> interoperability, not to degrade it or shield those who do so.

And specifying how EHLO/HELO, MAIL FROM, RCPT TO, and DATA works, on a  
purely technical level – this can't be any more interoperable than it  
already is.

Whether or not someone accepts mail from someone else is a matter of policy,  
not interoperability.

Interoperability is promoted by having a rigid, unambiguous, technical  
specification for something. That spells everything out in detail. SMTP is  
much more interoperable than other mail protocols that better be left  
unsaid, which had poor specs from the beginning that created many  
interoperability headaches, for decades. As far as that goes, I think that  
SMTP is remarkably interoperable.

But I don't think there's anything technical in requiring any particular  
validation or non-validation criteria, or a policy, for the sender's IP  
address, or a domain, that falls outside of SMTP's strict boundaries. That's  
a matter of policy, and not a technical specification, and bears no  
relevance on interoperability.

>> Yes, they may seem to be arbitrary to an outside observer. But, they must  
>> have merit to whoever is using that spam filter. If it didn't have any  
>> merit, then they would not be put into place, by definition.
> I disagree.  I've seen lots of spam filtered for meritless reasons, I've

You concluded that it was meritless to yourself. You did not make that  
conclusion for anyone else.

> seen lots of examples of operators engaging in completely arbitrary behavior.

Arbitrary in your eyes. In their eyes, it's unclear how arbitrary or not  
arbitrary it was. You cannot know that without asking them and getting their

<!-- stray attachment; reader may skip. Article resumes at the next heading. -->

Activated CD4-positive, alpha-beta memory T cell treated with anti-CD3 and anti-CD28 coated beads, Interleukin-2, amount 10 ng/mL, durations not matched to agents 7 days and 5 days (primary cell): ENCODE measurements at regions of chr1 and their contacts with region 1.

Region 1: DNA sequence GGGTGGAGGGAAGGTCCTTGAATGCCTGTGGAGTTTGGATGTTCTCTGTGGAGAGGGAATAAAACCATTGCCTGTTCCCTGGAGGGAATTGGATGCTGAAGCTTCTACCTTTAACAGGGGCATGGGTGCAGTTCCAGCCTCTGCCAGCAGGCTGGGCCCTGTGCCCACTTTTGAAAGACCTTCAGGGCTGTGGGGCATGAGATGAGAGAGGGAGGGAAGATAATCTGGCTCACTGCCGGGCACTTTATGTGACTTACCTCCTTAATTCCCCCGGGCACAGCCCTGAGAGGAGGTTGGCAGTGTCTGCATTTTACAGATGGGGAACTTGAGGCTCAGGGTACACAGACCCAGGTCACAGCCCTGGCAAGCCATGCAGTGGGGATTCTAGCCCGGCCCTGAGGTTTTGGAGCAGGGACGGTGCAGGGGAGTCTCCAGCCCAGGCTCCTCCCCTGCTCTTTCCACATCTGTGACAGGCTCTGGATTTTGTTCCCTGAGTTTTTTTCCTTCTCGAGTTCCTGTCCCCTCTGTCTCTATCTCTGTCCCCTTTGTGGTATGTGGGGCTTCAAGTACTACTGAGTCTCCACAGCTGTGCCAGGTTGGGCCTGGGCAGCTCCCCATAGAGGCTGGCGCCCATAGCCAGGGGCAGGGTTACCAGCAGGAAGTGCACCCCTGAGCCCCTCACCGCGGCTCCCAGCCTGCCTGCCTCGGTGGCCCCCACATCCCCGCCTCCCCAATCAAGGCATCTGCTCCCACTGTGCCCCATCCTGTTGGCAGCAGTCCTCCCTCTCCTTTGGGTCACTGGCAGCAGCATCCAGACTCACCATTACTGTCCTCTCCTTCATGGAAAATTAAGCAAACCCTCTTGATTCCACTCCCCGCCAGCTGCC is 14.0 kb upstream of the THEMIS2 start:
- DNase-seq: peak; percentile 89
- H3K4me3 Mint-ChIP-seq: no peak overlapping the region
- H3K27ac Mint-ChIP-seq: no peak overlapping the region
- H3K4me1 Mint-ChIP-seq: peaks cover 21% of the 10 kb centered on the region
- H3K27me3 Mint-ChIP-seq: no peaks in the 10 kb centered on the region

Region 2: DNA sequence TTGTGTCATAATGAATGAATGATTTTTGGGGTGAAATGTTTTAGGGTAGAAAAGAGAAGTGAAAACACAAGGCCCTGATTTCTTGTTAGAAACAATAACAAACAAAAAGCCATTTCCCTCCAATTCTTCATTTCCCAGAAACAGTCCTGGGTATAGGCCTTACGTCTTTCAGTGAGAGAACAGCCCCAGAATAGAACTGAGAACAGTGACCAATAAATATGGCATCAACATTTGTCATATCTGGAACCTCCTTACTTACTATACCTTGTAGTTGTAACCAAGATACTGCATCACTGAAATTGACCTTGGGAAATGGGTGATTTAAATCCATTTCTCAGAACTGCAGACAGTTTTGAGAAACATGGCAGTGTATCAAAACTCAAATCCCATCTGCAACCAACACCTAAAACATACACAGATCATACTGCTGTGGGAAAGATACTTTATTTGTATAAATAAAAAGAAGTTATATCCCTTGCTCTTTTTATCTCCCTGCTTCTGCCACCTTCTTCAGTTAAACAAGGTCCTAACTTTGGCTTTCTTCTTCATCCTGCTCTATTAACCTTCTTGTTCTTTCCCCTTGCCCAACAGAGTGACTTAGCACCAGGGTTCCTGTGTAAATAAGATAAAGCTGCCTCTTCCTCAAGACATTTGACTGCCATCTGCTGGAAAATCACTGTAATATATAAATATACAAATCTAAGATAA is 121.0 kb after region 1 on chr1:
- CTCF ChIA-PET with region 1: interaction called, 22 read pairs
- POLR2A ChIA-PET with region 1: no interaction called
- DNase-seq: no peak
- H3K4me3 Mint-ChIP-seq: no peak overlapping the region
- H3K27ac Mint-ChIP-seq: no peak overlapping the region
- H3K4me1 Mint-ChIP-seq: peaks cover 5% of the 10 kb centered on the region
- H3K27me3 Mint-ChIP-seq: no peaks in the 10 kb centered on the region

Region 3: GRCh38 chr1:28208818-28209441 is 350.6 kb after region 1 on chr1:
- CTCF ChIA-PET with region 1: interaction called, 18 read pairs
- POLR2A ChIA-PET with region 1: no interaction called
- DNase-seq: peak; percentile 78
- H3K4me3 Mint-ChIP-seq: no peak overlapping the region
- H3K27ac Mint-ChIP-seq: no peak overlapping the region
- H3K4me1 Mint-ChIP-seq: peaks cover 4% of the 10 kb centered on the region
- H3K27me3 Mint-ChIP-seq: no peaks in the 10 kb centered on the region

answer. They may have perfectly legitimate reason for engaging in the  
behavior you deemed to be arbitrary. You don't know that.

>> And the only ones whose opinion counts, with respect to their mail server,  
>> is them.
> Emphatically disagree.

This has been alluded to before, briefly. Back in the 1990s, there was a  
rather …vocal group who proferred the notion that mail server administrators  
have no standing to control E-mail sent or received by their users. That  
their users had some kind of a right to receive all E-mail unfettered and  
that mail administrators have no right, of some sorts, to block it for any  

Let's just say that the group of individuals I'm referring to – and some on  
this list know exactly who they are – were not saying much different from  
what you are saying here. … and at about this point I started describing how  
well their ideas were received, what everyone thought of them and how  
everyone else assessed their … faculties, but when I reread it I realized  
that this came off too negative, so I decided to delete all of that, and  
just get to the bottom line:

No matter how much someone asserts to the contrary, the administrators of  
mail servers will always have complete, and have the only say, as to their  
mail servers' administrative policies. And there's nothing that anyone will  
be able to do about it. No matter how much anyone else, you or anyone else,  
thinks of the merits of their work. Sorry. Write any requirement into the  
next SMTP specification, that attempts to dictate policy. It won't work.

> And that path leads to a thoroughly dysfunctional  
> mail system, in which senders cannot assure the reliable delivery of mail

This has never been the case, sorry.

E-mail, as it stands, has never been a reliable, guaranteed message delivery  
medium. At most, E-mail has always been on a best-effort basis.

>> If it makes sense, to them, to enable EHLO domain verification (dragging  
>> this subject matter back into the thread kicking and screaming), then  
>> they're going to do that no matter what verbiage remains in the successor to  
>> RFC 5321. You can take that to the bank.
> Yes, people will defend their own stupidity and irresponsibility until their  
> deathbeds.     That doesn't mean that IETF should support it.

Well, I'm somewhat skeptical that they're looking for IETF's support on  
anything. And I don't really know what "IETF should support it" means in  
this context. Is IETF about setting everyone's mail acceptance mail  
policies, by decree?